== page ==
Regarding plants in food there are six general groups, the herbs, the spices, the fruits, the vegetables, the staples and the nuts.
This fun fact is written in culinary terms. There are various ways culinary and botanical definitions of these terms vary, namely involving the Great Tomato Debate. The following definitions are used in culinary practice, not botany.
Spices, such as mustard, ginger, pepper and cinnamon, are the seeds, roots, fruits or barks of plants used to add extra flavor to a food substance, but not generally eaten on their own (see: the cinnamon challenge).
Herbs, such as basil, mint or rosemary, are the leafy parts of plants used, like spices, to add extra flavor to a food substance, but not generally eaten on their own.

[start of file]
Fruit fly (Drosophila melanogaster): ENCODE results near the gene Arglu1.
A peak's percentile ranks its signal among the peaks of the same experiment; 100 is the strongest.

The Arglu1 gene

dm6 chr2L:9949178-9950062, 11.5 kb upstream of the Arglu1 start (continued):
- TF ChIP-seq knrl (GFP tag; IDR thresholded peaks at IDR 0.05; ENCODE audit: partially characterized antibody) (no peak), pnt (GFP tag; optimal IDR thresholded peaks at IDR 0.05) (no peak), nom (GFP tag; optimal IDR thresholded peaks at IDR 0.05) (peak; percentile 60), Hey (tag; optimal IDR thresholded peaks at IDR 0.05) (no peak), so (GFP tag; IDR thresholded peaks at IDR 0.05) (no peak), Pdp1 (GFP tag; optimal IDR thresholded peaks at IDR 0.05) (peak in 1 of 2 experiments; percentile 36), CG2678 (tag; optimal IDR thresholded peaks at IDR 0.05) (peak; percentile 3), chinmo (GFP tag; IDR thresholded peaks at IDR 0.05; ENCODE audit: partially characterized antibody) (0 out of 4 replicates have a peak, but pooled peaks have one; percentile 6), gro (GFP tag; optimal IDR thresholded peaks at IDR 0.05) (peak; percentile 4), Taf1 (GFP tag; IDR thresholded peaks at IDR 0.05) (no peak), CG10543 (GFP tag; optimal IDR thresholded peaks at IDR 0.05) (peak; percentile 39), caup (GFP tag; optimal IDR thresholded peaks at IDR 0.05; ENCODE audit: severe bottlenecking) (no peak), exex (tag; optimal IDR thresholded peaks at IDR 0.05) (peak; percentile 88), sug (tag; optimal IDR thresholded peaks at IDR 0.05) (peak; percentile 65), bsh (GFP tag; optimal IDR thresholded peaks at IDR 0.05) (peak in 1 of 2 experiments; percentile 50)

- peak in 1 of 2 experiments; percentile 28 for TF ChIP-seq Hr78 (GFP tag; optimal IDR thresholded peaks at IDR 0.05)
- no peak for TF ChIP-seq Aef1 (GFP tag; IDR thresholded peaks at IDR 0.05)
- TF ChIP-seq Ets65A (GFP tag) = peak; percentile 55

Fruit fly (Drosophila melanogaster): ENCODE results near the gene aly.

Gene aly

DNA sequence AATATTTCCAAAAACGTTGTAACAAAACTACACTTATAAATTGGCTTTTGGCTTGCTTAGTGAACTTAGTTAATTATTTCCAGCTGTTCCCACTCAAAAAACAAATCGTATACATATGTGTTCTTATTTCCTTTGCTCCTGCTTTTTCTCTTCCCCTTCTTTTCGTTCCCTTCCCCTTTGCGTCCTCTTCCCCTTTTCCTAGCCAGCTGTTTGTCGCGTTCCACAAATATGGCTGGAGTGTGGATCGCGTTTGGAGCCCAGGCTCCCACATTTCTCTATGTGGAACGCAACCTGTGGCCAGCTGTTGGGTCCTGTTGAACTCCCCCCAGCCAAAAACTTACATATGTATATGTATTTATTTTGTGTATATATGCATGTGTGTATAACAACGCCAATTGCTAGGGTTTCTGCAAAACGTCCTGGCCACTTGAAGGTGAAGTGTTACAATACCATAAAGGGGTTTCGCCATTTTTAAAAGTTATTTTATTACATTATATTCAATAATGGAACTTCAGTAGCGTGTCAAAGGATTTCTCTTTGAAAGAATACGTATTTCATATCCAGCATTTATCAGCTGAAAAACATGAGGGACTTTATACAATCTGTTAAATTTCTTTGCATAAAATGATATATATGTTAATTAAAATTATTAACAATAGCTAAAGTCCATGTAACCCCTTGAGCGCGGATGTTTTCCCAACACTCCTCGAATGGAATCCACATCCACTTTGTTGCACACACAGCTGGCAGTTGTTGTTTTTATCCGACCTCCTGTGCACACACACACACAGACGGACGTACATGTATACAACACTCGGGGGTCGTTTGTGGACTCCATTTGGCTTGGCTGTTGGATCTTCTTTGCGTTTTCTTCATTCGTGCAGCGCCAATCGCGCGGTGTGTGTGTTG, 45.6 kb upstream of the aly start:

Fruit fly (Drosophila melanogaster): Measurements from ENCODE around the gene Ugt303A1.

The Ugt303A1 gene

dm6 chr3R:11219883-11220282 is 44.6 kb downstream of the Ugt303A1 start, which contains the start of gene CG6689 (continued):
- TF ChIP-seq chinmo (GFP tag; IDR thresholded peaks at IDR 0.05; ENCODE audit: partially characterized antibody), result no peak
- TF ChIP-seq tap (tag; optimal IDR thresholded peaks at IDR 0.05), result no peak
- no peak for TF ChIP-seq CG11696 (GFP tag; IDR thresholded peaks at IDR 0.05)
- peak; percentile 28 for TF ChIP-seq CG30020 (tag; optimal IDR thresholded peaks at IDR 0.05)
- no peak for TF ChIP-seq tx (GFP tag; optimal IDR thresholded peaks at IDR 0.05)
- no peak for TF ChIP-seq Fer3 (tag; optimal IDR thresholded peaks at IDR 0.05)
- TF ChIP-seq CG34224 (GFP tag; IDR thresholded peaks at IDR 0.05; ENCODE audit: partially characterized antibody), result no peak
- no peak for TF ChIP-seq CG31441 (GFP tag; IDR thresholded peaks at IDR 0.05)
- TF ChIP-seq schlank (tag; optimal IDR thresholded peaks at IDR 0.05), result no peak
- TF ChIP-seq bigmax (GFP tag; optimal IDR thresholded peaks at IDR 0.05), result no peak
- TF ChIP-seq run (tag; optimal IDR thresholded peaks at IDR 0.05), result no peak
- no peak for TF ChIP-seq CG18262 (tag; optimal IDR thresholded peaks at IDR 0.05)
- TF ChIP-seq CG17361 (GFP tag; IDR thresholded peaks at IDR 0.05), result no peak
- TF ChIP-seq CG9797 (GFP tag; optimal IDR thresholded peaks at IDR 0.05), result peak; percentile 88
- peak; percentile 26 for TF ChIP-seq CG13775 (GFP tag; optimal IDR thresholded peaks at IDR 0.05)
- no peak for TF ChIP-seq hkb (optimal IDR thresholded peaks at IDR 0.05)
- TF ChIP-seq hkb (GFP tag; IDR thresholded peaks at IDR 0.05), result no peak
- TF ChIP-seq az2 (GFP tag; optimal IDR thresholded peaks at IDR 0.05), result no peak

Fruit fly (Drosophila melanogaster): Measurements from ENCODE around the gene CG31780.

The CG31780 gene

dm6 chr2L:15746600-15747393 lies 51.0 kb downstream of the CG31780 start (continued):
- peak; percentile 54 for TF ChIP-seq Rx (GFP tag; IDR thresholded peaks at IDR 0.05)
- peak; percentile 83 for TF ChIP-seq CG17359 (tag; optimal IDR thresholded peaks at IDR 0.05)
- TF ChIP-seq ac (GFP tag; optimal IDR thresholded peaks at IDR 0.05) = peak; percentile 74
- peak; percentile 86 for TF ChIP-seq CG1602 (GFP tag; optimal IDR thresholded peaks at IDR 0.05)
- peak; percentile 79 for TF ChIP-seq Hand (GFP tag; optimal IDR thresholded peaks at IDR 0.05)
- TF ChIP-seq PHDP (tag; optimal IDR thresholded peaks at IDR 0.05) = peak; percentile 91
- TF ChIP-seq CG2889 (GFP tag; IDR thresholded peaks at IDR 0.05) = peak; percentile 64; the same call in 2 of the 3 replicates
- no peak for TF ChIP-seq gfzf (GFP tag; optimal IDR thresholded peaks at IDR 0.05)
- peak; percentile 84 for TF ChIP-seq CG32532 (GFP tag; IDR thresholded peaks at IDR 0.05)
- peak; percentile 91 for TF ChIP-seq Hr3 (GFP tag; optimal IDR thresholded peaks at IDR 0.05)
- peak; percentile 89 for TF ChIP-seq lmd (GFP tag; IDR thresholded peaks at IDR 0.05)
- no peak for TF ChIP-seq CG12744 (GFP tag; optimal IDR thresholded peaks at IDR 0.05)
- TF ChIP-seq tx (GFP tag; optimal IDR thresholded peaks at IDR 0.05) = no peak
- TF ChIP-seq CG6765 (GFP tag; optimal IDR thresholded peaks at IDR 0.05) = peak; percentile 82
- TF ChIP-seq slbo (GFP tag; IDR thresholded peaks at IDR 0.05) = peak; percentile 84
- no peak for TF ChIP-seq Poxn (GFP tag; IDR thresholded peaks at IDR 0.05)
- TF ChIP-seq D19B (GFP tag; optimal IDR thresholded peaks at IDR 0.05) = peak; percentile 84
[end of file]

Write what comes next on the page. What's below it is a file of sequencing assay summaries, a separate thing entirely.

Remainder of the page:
Fruits, vegetables and staples are all generally eaten as a food product, rather than used to add flavor. A fruit is the sweet part of a plant generally containing the seed of the plant.
Nuts are any hard, oily seed contained within a shell, including peanuts, walnuts, cashews, hazelnuts and chestnuts.
Vegetables, such as broccoli, onions and eggplant, are the parts of a plant, usually the leafy parts, roots and buds, that have a savory flavor.
Finally, staples are plant seeds, roots, and fruits (in the botanical sense) that comprise a large part of a culture’s diet and have a high caloric value and provide carbohydrates, proteins and/or fats. As of 2010 the three most used staple foods are corn, wheat and rice.